Friday, December 28, 2012

On Harbingers, Harbors, and Hermeneutics

Recently I was curious about the word, harbinger. So I dug a bit into the etymology of the word. Interesting – it hails from an old French word herbergier which had the idea of “providing lodging for.” Further back it has roots in an old Saxon word, heriberga, which means “shelter for an army,” and even further back its origin is in a Germanic base meaning “fortified place.” The word is related to harbor, and was used to denote a person who went ahead to find lodging and a safe place for an army or a nobleman. This harbinger person was not only the finder of a safe place of lodging for his “employer,” but also a kind of herald as to the entourage that was coming.
That all got me to thinking – and yes (having studied enough Hebrew and Greek to be dangerous) I’m aware of the hazards of just going with the etymology of a word. But the truth is we all interpret things (books, texts, movies, cartoons, language, experiences, relationships, events, indeed all things) from our own “place of lodging, safe shelter, harbor, fortified place.” That place is the harbinger of how we do hermeneutics. It’s the “world” we live in ­– our cultural, overarching story.


  1. Hey Mike - When you get to thinking, that gets others to think as well. So, I got to thinking as I was reading your thinking...It all brought to mind a few verses toward the latter part of Hebrews 6. There where it talks about Jesus as the "Anchor of the soul", the One who enters the "Presence behind the veil", the "forerunner" who has entered for us. He is the Anchor as well as the One who sets the anchor of our souls within the harbinger (that safe haven)beyond the veil. What a wonderful narrative for hope and security as we still toss & turn out here vulnerable to all that asails. So then all the more, as you have indicated, should we find that safe shelter of an overarching story in the One who is the METANARRATIVE. Or as Hebrews states earlier (4:11), "Let us therefore be diligent to enter that rest,".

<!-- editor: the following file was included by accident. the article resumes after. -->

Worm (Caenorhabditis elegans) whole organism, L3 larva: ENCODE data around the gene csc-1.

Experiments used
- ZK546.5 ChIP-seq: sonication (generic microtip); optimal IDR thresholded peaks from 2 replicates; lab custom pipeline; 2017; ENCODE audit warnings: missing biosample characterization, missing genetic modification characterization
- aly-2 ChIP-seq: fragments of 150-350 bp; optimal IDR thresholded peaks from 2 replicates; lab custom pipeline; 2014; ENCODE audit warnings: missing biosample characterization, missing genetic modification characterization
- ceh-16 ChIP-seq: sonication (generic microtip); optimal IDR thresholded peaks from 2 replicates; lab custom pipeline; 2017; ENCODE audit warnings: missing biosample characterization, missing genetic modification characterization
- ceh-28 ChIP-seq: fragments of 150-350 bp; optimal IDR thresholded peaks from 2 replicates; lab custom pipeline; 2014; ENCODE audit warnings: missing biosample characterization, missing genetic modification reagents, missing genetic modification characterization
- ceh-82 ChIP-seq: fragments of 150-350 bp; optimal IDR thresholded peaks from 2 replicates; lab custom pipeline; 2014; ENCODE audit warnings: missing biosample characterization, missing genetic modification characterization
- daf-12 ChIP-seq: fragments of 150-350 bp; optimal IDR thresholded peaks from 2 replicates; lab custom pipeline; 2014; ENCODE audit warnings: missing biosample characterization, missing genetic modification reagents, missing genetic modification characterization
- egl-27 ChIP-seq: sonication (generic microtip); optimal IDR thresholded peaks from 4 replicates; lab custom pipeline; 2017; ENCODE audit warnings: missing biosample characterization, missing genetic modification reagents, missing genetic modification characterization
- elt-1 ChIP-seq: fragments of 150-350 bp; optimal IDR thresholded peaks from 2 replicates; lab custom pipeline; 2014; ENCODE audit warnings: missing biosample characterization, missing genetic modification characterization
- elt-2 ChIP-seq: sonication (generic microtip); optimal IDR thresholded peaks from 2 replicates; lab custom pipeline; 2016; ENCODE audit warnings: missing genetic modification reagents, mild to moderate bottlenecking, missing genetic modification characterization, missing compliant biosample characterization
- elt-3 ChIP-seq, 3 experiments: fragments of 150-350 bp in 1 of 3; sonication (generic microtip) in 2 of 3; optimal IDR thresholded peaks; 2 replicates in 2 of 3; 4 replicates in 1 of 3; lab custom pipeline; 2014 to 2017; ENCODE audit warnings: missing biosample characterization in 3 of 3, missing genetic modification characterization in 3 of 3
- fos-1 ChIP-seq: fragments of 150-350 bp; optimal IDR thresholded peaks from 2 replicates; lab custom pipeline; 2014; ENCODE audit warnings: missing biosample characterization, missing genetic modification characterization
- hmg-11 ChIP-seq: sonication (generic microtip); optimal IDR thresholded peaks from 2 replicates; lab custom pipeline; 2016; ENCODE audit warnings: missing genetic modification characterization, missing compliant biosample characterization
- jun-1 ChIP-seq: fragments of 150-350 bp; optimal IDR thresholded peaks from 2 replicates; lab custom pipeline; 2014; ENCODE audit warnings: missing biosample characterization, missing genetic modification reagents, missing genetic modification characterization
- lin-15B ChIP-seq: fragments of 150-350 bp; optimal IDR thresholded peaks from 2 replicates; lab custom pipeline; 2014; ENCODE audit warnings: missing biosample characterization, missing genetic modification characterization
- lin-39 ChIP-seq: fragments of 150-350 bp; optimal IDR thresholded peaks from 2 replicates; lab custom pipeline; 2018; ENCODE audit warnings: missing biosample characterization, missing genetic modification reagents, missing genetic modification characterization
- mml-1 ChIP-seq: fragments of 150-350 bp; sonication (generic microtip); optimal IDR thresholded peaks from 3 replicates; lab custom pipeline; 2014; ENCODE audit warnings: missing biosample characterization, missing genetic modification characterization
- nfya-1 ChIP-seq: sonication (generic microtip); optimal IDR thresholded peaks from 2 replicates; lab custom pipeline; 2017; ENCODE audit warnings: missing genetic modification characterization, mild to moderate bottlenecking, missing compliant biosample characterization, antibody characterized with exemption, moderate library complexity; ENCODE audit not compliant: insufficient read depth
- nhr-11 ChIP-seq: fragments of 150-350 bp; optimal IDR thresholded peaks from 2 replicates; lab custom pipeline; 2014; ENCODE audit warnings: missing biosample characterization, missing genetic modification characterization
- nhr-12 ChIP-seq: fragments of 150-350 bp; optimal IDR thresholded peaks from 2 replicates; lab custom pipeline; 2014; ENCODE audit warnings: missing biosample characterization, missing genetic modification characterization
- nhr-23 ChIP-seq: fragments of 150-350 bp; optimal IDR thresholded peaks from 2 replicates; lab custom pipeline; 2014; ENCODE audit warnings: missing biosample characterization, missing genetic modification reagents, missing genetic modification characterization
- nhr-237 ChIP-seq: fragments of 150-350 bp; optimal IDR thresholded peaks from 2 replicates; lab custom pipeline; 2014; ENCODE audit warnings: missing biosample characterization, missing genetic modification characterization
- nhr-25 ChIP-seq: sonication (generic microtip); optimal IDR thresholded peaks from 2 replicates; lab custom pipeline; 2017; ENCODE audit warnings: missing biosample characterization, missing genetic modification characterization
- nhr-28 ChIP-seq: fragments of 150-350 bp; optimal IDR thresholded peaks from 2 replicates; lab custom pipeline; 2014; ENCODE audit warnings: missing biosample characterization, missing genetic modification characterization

2. Interesting, isn't it? We think that if we speak the same language, then we surely must have the same conceptual image in our heads when we use the same words. Not so, though. Take "grassroots" and how people interpret this. Grassroots- nonprofessionals, unintelligent people, people without a sound reason, or those that have been marginalized......and yet, by definition,it is those within a group or organization but not in the authority structure of same group. So you can be grassroots and professional, grassroots and a bit eccentric, grassroots and a leader, etc. but it is a good example of a word that is utilized and it conjures all kinds of images in the minds of the hearers, all based on experiences and how they compile their thoughts into meaning!